The Garden Guide

Book: The Principles of Landscape Gardening
Chapter: Chapter 2: Compositional Elements of Landscape Gardening

Point of sight in relation to views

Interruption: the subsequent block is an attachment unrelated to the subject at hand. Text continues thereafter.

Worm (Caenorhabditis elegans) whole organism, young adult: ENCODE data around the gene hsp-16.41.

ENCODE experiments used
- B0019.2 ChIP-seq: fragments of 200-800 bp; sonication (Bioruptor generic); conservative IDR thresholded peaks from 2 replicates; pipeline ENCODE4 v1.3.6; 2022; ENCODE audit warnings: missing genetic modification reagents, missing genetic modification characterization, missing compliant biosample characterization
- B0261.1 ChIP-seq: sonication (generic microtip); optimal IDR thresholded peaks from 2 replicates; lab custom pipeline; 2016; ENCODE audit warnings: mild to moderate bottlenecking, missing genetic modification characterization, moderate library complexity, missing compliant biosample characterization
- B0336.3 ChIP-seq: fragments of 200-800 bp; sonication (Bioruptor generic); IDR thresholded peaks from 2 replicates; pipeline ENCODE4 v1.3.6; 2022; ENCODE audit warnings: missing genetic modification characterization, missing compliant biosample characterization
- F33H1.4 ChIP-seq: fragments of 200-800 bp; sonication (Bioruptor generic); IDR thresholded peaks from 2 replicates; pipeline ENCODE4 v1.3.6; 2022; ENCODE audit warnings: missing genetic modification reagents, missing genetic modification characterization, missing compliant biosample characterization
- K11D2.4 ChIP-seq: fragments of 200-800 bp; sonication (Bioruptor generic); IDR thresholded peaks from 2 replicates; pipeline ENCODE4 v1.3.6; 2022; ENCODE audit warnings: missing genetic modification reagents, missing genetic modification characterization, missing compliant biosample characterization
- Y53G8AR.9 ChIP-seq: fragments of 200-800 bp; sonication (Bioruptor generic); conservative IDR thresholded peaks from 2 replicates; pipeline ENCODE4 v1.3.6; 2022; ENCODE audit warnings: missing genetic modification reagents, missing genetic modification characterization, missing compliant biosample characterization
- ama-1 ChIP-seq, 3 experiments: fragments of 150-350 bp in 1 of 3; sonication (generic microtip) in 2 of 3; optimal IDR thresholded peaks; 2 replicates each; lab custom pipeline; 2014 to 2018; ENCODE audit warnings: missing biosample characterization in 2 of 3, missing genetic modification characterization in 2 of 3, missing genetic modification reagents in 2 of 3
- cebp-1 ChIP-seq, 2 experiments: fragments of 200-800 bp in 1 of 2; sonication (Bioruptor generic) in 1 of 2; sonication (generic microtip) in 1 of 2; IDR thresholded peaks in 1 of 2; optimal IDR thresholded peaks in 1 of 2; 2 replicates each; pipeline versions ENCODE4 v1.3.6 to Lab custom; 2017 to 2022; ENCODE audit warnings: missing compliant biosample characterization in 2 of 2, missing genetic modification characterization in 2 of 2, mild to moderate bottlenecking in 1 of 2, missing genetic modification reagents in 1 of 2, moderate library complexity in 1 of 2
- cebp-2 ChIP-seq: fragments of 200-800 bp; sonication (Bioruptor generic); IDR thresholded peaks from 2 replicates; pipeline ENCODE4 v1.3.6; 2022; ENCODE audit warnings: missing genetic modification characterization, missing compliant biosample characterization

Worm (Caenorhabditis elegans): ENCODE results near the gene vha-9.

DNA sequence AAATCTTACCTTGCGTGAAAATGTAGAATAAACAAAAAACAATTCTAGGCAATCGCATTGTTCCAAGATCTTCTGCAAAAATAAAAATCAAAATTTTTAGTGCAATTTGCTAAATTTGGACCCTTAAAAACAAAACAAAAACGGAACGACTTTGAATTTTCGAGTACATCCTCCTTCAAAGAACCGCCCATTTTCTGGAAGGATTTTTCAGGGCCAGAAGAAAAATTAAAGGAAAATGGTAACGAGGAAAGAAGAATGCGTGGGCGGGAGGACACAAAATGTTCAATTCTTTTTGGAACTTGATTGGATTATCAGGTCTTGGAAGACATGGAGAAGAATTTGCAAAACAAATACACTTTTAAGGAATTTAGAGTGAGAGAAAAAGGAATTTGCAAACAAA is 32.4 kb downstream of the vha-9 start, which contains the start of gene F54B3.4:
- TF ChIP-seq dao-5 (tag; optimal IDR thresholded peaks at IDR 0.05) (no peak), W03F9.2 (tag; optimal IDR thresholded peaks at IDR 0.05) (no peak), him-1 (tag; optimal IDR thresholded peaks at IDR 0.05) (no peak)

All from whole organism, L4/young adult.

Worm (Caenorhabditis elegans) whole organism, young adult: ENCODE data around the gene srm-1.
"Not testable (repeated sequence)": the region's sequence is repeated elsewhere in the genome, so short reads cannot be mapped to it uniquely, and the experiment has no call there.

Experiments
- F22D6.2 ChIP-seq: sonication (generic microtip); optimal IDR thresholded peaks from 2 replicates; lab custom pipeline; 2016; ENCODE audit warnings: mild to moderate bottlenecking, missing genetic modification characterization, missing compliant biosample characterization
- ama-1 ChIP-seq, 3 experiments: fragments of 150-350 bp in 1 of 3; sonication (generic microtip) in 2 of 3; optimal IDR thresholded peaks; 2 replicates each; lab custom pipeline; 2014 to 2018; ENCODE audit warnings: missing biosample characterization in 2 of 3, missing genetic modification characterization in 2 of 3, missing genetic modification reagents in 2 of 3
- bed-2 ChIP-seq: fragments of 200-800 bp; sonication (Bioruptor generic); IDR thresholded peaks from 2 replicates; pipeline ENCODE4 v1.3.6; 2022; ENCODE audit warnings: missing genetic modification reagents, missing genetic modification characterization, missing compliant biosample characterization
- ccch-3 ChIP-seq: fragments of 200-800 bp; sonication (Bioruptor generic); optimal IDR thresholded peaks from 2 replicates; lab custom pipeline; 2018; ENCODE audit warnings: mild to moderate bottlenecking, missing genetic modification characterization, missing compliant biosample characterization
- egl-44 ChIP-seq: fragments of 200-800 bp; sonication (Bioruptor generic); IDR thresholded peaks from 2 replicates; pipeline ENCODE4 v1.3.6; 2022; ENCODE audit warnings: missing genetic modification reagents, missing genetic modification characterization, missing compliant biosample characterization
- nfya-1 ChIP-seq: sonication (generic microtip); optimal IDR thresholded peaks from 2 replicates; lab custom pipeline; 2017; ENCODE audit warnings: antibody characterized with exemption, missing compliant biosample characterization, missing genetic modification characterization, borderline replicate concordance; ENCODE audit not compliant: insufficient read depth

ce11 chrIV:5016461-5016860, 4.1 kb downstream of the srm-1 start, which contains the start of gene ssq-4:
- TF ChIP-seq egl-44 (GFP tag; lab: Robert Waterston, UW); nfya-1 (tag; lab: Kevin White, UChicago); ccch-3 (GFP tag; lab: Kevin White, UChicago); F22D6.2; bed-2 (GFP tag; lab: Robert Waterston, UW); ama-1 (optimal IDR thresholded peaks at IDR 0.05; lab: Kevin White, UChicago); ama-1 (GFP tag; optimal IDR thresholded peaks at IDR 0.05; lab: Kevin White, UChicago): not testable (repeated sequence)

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1544. The point of sight from which objects are to be seen should he ascertained before any attempt is made to lay out pleasure-grounds; as the same objects which look well from one point of view may appear ridiculous when seen from another. Thus fig. 262. is the ground plan of a piece of ground which is to be laid out as a mixed garden and pleasure ground, in which there are the following details: a, a large tree, which, being a prominent feature in the grounds, the principal walk is made to approach it; b, a boundary fence, with trees planted at regular parallel distances; c, an iron fence to divide the paddock from the garden; d, a piece of water; e e e e, pedestals with vases; f, a fountain; g, a summer-house upon the high ground; h, a sundial in the centre of the lawn; i, a pigeon-house opposite the end of a walk; k, a garden seat placed near an open space between the shrubs, for the convenience of viewing the prospect, where the children of the family frequently feed their favourite cow or ass, which consequently keeps upon the spot when any one is near the scat; l, a rustic basket in the centre of a flower-bed; m m, a seat at each end of the lawn; n, a macaw and stand; o, cow-house, &c.; and p p p p p, various flower-borders. Fig. 263. is a view taken from the point A, in which the objects composing it are placed in very ludicrous positions, one over another. For example, the lady in the central walk appears to support on her head a circular bed of flowers, with a rustic basket containing flowers and a forest tree. The lady scated in the garden chiar a little to the left, and in the foreground, supports, first a pedestal and vase, next a lady, chair, cow, and tree; and so on with the rest. To the eye of taste, this arrangement of scenery is quite as offensive as discord is to ear of a musician. The best way of detecting similar errors is by reflecting the landscape from the principal points of view in a small convex mirror; by which means it will be brought within the compass of the eye, seen as a painted landscape in a frame, and any errors in its composition detected. Fig. 264. shows the same landscape viewed from a lower point of sight, in which every object takes its proper place. In laying out a piece of ground with a view to produce the best effect, care should be taken to bring forward all the most prominent objects with a background by no means complex, but produced either by objects in shadow or by broad and flat masses of foliage. Small parts, such as stems of trees, or any objects producing sharp or straight lines, always confuse and cut into the form of the design. (Gray, in Gard. Mag., vol. xix., p. 662.)